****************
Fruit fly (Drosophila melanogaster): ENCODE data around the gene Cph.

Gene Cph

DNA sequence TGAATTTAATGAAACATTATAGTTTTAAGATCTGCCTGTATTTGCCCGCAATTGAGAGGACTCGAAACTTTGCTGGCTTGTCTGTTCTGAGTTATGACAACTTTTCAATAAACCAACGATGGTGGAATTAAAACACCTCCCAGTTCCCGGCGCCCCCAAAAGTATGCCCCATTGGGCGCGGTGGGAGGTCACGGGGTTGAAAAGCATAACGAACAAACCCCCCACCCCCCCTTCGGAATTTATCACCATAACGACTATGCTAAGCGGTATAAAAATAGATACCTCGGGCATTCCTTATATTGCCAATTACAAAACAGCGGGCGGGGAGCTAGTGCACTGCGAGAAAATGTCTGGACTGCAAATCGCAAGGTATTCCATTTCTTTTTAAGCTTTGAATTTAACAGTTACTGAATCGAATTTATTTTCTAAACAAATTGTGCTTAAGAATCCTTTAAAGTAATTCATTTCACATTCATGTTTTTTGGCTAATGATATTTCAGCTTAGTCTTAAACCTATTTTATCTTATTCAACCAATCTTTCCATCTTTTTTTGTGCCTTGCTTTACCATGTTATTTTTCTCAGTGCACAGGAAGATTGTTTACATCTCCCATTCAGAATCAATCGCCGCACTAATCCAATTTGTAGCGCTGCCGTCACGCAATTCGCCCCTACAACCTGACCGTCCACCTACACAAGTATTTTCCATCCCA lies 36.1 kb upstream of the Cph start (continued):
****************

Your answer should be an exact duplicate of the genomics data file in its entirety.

Fruit fly (Drosophila melanogaster): ENCODE data around the gene Cph.

Gene Cph

DNA sequence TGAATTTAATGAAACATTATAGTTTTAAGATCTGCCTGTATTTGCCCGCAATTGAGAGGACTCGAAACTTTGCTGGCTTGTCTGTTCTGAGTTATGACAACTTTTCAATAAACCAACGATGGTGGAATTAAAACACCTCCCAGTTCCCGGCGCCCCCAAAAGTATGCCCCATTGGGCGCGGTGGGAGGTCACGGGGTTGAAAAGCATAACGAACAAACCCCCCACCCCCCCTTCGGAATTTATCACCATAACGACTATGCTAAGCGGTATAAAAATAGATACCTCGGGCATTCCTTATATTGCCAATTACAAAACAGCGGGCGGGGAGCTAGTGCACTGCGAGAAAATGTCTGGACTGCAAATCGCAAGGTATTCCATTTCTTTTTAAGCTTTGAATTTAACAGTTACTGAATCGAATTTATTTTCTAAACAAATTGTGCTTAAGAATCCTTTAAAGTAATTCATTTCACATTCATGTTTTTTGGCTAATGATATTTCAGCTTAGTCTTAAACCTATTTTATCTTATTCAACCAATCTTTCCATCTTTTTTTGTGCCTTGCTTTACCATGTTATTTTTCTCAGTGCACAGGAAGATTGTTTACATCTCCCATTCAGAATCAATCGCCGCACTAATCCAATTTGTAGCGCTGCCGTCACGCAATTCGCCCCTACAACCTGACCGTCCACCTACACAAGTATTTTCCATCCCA lies 36.1 kb upstream of the Cph start (continued):